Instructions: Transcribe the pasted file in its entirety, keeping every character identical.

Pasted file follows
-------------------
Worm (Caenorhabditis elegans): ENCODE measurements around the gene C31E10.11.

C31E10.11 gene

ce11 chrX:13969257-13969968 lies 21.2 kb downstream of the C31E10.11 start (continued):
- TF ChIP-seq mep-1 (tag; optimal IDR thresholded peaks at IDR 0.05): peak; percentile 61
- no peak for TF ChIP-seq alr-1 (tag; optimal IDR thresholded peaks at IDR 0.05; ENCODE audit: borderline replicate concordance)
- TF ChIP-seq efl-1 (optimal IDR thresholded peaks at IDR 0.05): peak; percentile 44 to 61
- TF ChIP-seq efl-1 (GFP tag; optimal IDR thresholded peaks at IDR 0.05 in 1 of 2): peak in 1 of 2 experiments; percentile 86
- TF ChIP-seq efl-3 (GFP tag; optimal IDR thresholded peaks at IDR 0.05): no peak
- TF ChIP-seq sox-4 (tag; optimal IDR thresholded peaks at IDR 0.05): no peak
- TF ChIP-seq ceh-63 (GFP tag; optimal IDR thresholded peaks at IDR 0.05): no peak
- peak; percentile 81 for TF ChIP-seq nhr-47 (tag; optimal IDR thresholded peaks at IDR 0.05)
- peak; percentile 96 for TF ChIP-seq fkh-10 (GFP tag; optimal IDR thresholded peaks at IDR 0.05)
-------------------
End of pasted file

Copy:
Worm (Caenorhabditis elegans): ENCODE measurements around the gene C31E10.11.

C31E10.11 gene

ce11 chrX:13969257-13969968 lies 21.2 kb downstream of the C31E10.11 start (continued):
- TF ChIP-seq mep-1 (tag; optimal IDR thresholded peaks at IDR 0.05): peak; percentile 61
- no peak for TF ChIP-seq alr-1 (tag; optimal IDR thresholded peaks at IDR 0.05; ENCODE audit: borderline replicate concordance)
- TF ChIP-seq efl-1 (optimal IDR thresholded peaks at IDR 0.05): peak; percentile 44 to 61
- TF ChIP-seq efl-1 (GFP tag; optimal IDR thresholded peaks at IDR 0.05 in 1 of 2): peak in 1 of 2 experiments; percentile 86
- TF ChIP-seq efl-3 (GFP tag; optimal IDR thresholded peaks at IDR 0.05): no peak
- TF ChIP-seq sox-4 (tag; optimal IDR thresholded peaks at IDR 0.05): no peak
- TF ChIP-seq ceh-63 (GFP tag; optimal IDR thresholded peaks at IDR 0.05): no peak
- peak; percentile 81 for TF ChIP-seq nhr-47 (tag; optimal IDR thresholded peaks at IDR 0.05)
- peak; percentile 96 for TF ChIP-seq fkh-10 (GFP tag; optimal IDR thresholded peaks at IDR 0.05)